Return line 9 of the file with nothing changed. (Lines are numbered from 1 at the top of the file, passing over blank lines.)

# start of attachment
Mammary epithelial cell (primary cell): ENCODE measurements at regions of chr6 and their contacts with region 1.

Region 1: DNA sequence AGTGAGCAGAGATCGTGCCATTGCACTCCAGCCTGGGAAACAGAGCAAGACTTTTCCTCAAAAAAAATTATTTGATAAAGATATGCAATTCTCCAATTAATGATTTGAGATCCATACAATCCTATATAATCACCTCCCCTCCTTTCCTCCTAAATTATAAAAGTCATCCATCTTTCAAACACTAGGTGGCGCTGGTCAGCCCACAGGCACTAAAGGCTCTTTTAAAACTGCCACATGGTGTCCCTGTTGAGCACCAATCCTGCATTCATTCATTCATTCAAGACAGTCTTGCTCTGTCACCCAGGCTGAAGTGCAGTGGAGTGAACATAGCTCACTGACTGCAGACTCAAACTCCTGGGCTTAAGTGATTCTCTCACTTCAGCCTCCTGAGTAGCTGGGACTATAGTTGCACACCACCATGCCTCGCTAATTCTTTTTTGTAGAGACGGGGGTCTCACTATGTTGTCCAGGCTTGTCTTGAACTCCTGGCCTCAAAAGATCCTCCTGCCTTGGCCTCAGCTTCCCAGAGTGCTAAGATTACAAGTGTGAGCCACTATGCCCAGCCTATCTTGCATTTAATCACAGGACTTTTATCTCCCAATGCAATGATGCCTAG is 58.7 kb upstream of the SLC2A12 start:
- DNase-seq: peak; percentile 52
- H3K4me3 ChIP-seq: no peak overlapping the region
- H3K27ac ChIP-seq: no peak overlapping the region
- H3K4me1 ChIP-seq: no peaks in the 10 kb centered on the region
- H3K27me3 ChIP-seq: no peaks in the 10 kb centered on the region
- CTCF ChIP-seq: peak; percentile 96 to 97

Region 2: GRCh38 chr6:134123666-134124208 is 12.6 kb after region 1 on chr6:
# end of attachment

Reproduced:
Region 2: GRCh38 chr6:134123666-134124208 is 12.6 kb after region 1 on chr6: